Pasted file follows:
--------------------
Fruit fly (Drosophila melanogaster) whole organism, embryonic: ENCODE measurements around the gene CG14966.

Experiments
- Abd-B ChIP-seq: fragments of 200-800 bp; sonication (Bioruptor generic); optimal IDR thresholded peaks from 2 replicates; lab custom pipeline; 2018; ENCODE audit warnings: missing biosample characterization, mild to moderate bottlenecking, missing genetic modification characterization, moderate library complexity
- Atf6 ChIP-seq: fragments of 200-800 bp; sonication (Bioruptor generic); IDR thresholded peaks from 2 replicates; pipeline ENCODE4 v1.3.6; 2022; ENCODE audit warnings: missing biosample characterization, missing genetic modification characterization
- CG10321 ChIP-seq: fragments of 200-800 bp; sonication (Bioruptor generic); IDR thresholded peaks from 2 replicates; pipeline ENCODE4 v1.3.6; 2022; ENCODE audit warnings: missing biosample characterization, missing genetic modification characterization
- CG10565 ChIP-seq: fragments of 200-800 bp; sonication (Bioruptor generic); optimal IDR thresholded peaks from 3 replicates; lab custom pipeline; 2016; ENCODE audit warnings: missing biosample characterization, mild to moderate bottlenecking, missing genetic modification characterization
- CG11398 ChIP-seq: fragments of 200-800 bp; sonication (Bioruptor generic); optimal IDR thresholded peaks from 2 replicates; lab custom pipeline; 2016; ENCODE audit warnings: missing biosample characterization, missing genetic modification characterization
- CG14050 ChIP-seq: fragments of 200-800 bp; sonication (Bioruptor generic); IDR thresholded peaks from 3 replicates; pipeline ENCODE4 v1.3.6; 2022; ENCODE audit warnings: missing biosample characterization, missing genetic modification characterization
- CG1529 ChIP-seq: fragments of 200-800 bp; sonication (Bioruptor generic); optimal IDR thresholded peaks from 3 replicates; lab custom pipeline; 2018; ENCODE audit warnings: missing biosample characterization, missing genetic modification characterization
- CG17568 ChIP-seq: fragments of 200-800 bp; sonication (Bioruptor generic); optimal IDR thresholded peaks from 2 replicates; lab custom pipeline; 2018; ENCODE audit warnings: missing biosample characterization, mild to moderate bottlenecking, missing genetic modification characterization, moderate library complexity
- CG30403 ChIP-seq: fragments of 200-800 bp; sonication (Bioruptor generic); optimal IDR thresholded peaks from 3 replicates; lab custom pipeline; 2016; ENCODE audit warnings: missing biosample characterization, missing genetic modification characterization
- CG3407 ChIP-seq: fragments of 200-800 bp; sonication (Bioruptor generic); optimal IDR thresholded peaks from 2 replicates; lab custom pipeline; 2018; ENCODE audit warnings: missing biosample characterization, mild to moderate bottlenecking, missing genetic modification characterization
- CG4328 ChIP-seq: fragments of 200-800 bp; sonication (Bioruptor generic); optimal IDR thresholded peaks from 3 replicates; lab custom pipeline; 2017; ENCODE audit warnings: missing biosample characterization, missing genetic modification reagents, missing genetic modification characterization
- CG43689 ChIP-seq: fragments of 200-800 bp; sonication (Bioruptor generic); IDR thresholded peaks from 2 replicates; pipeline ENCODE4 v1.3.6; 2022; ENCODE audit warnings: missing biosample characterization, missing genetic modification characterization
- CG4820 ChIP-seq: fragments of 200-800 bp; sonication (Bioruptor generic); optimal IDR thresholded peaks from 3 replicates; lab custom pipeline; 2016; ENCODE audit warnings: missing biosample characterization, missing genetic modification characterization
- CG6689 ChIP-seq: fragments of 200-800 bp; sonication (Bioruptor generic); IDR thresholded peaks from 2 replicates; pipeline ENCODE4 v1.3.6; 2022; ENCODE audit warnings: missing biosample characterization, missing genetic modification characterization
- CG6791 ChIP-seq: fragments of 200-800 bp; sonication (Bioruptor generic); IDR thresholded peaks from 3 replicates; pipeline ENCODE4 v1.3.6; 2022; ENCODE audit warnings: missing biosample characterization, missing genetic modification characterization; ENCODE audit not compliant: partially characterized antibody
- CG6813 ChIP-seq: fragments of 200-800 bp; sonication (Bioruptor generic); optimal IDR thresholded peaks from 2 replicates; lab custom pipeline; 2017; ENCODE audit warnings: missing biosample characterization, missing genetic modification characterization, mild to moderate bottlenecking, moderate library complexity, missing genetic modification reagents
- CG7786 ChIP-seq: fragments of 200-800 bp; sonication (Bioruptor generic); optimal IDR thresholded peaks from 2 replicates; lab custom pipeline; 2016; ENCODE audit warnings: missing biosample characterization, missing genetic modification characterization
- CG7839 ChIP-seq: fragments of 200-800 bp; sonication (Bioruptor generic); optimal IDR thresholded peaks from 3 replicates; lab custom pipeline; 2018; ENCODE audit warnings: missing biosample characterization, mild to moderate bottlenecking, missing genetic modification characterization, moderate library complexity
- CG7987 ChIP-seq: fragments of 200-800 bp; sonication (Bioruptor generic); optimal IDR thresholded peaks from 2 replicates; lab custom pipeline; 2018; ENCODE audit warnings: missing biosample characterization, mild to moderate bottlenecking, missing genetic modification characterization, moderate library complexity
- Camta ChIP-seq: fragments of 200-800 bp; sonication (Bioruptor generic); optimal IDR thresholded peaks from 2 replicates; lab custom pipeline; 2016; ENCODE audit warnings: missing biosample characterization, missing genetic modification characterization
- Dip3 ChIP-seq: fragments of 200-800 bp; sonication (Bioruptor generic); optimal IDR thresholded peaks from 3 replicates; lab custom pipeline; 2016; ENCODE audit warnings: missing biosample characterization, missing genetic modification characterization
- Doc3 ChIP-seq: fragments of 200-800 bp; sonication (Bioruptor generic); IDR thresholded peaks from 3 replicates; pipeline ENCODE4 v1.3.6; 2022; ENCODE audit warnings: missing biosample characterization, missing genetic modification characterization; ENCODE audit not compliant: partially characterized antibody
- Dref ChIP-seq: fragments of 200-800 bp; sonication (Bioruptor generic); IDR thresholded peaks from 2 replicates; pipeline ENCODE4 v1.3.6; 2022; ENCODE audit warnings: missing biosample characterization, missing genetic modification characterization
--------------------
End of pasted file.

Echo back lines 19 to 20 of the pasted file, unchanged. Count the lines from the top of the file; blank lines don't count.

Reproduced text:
- CG7786 ChIP-seq: fragments of 200-800 bp; sonication (Bioruptor generic); optimal IDR thresholded peaks from 2 replicates; lab custom pipeline; 2016; ENCODE audit warnings: missing biosample characterization, missing genetic modification characterization
- CG7839 ChIP-seq: fragments of 200-800 bp; sonication (Bioruptor generic); optimal IDR thresholded peaks from 3 replicates; lab custom pipeline; 2018; ENCODE audit warnings: missing biosample characterization, mild to moderate bottlenecking, missing genetic modification characterization, moderate library complexity